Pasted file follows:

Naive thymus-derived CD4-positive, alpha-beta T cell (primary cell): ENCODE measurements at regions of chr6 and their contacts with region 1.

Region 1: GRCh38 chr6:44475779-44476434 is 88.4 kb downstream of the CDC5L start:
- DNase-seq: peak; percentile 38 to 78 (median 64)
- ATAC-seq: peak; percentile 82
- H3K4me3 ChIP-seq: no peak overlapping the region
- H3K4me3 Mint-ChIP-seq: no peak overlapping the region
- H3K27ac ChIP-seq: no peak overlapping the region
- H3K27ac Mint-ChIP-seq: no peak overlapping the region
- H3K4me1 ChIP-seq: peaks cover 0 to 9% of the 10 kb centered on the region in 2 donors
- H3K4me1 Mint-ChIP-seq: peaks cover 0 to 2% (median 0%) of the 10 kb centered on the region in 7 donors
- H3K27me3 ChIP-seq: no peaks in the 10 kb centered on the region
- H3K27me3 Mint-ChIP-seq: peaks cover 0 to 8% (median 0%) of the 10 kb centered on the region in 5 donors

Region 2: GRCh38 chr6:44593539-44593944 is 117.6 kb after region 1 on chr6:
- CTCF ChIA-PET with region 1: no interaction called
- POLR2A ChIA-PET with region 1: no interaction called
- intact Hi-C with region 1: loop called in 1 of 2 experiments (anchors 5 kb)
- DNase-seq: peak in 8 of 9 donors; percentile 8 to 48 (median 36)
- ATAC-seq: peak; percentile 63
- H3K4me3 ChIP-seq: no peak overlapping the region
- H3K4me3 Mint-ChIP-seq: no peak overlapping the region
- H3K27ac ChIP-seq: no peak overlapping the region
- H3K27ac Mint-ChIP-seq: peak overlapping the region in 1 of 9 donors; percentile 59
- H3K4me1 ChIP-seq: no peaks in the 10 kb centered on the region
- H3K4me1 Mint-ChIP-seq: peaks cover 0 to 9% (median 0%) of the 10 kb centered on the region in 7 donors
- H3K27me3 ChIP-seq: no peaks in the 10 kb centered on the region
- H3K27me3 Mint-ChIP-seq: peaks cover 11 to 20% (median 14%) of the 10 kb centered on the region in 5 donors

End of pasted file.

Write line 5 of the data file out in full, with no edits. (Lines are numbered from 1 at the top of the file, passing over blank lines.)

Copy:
- H3K4me3 ChIP-seq: no peak overlapping the region